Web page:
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Here's some code in a django tutorial that I'm going through. I've never come across the super function in python before and the way it's used here is different from the examples I've seen online. I.e., usually when you use super, don't you have multiple classes? It's in the last line: super(Snippet, self).save(force_insert, force_update) Could you explain exactly what's going on there and what would be an alternative way to write that. It just seems like the save method is calling itself here?

class Snippet(models.Model):
    title = models.CharField(max_length=255)
    language = models.ForeignKey(Language)
    author = models.ForeignKey(User)
    description = models.TextField()
    description_html = models.TextField(editable=False)
    code = models.TextField()
    highlighted_code = models.TextField(editable=False)
    tags = TagField()
    pub_date = models.DateTimeField(editable=False)
    updated_date = models.DateTimeField(editable=False)

    class Meta:
        ordering = ['-pub_date']

    def __unicode__(self):
        return self.title

    def save(self, force_insert=False, force_update=False):
        if not self.id:
            self.pub_date = datetime.datetime.now()
        self.updated_date = datetime.datetime.now()
        self.description_html = markdown(self.description)
        self.highlighted_code = self.highlight()
        super(Snippet, self).save(force_insert, force_update)
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2 Answers

up vote 10 down vote accepted

super(Snippet, self) causes Python to look in the MRO of the class of self (i.e. self.__class__.mro() for the next class listed after Snippet. It returns a super object which acts as a proxy for that class. That is, calling a method on the super object acts like calling that method on the class.

super(Snippet, self).save(...) calls that class's save method, with self bound to the first argument.

So super(Snippet, self).save(...) will not call Snippet's save method; it will call some other class's save method. It is tempting to think this "other class" is the "parent class" or "superclass" of Snippet, that is, models.Model, but that may not be true and it is absolutely wrong to apprehend super this way. Which class super(Snippet, self) ultimately represents depends on self and in particular its class's MRO.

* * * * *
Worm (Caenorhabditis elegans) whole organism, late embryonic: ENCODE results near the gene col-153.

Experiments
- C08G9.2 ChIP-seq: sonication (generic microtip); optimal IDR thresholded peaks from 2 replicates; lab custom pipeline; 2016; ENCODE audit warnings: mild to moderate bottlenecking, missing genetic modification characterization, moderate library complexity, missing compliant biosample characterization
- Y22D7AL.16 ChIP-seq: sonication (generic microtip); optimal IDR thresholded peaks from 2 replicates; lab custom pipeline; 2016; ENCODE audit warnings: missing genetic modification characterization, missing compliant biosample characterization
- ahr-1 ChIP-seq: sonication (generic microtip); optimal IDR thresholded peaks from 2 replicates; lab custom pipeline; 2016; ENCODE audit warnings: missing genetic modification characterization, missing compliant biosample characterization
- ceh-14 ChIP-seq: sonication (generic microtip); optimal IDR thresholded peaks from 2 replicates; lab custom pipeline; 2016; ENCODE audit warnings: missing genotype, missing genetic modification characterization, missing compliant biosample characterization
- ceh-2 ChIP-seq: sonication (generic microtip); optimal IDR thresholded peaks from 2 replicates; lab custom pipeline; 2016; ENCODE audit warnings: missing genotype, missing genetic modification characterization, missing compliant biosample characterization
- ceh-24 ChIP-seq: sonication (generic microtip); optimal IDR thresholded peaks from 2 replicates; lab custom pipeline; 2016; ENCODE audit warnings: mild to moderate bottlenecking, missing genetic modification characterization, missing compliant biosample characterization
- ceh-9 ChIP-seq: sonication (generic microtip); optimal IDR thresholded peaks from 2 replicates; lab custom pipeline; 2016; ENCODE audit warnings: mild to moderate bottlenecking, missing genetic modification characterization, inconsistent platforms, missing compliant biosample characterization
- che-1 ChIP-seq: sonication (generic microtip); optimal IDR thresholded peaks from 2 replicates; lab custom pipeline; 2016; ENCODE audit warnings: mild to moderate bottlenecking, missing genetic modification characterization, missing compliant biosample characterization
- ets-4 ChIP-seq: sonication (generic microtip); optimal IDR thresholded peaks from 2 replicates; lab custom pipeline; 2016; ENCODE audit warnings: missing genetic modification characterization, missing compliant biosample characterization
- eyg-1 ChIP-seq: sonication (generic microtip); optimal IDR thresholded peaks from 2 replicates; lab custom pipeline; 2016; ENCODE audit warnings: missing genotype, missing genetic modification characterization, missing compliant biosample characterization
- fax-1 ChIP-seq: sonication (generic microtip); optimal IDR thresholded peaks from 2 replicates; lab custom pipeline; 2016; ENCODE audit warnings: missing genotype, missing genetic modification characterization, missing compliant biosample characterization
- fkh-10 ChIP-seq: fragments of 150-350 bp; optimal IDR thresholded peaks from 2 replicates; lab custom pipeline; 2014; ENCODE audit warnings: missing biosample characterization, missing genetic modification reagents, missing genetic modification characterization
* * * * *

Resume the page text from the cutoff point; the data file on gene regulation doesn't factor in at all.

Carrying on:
A very good description of the MRO and super (complete with pictures!) can be found here.

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I won't explain again what unutbu explained on super classes, however you obtain the same effect with the following code :

models.Model.save(self, force_insert, force_update)

This is NOT a better way to write it since, if you come to change the class inheritance by adding an intermediate class between Model and Snippet you would also have to change this line (which you would most likely forget). Anyway it's a good thing to know.

I can also add that the super instruction only works if the class you inherit from extends from object, otherwise you get an exception.

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It's not only if Snippet's ancestors are changed; if there is a certain form of multiple inheritance in a child class of Snippet, the result could be different to the correct super(Snippet, self). –  Chris Morgan Aug 22 '11 at 10:55
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